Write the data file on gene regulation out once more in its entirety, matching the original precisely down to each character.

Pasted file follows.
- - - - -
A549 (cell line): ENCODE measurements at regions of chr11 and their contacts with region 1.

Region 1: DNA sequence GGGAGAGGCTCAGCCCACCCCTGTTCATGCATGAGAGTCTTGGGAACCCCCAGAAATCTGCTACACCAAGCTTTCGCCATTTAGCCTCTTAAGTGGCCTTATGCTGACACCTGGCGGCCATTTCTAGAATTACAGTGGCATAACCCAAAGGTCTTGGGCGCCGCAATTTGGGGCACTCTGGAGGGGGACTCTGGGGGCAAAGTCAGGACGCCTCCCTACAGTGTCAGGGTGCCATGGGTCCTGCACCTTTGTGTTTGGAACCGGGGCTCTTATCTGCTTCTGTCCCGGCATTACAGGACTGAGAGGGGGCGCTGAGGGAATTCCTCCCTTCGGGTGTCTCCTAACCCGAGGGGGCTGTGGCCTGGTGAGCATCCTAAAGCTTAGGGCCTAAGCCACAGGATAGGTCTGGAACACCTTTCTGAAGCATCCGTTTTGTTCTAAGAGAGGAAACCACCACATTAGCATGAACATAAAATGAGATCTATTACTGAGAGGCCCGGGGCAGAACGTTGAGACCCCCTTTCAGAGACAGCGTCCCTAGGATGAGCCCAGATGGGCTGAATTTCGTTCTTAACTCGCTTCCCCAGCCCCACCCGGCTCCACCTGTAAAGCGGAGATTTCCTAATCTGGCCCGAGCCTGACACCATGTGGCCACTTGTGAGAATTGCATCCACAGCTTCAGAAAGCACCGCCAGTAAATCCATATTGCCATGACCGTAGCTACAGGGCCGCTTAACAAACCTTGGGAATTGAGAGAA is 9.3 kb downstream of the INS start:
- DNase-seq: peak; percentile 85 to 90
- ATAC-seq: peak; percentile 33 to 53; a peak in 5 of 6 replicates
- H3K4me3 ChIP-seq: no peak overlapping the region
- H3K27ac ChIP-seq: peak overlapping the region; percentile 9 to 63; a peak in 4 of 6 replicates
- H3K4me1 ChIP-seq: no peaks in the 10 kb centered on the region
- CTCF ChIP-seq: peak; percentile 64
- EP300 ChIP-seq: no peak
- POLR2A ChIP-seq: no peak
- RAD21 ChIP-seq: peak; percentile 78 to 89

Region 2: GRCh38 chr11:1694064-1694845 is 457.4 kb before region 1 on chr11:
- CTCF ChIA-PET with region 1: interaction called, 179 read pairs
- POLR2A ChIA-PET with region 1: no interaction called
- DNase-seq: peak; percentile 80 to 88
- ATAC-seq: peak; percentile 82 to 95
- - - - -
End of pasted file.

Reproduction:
A549 (cell line): ENCODE measurements at regions of chr11 and their contacts with region 1.

Region 1: DNA sequence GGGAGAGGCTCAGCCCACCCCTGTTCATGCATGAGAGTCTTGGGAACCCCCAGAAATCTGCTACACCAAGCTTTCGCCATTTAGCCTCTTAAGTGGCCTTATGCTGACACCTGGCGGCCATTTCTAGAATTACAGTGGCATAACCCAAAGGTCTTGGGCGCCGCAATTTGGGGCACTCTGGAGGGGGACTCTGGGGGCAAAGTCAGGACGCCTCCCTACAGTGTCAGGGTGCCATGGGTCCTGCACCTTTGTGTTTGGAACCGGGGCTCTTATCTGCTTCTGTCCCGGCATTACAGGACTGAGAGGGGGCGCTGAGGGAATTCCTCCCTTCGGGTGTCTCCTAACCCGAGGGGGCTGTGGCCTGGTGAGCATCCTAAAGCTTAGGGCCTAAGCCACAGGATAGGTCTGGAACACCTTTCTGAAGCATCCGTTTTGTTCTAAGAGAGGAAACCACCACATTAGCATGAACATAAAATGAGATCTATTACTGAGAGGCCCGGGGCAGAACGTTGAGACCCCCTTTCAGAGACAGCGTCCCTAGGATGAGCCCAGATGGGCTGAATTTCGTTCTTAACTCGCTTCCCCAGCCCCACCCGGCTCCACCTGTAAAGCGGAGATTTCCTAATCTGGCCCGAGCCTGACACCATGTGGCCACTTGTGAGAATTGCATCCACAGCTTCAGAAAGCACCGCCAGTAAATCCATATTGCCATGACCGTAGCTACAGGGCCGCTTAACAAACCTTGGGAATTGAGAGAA is 9.3 kb downstream of the INS start:
- DNase-seq: peak; percentile 85 to 90
- ATAC-seq: peak; percentile 33 to 53; a peak in 5 of 6 replicates
- H3K4me3 ChIP-seq: no peak overlapping the region
- H3K27ac ChIP-seq: peak overlapping the region; percentile 9 to 63; a peak in 4 of 6 replicates
- H3K4me1 ChIP-seq: no peaks in the 10 kb centered on the region
- CTCF ChIP-seq: peak; percentile 64
- EP300 ChIP-seq: no peak
- POLR2A ChIP-seq: no peak
- RAD21 ChIP-seq: peak; percentile 78 to 89

Region 2: GRCh38 chr11:1694064-1694845 is 457.4 kb before region 1 on chr11:
- CTCF ChIA-PET with region 1: interaction called, 179 read pairs
- POLR2A ChIA-PET with region 1: no interaction called
- DNase-seq: peak; percentile 80 to 88
- ATAC-seq: peak; percentile 82 to 95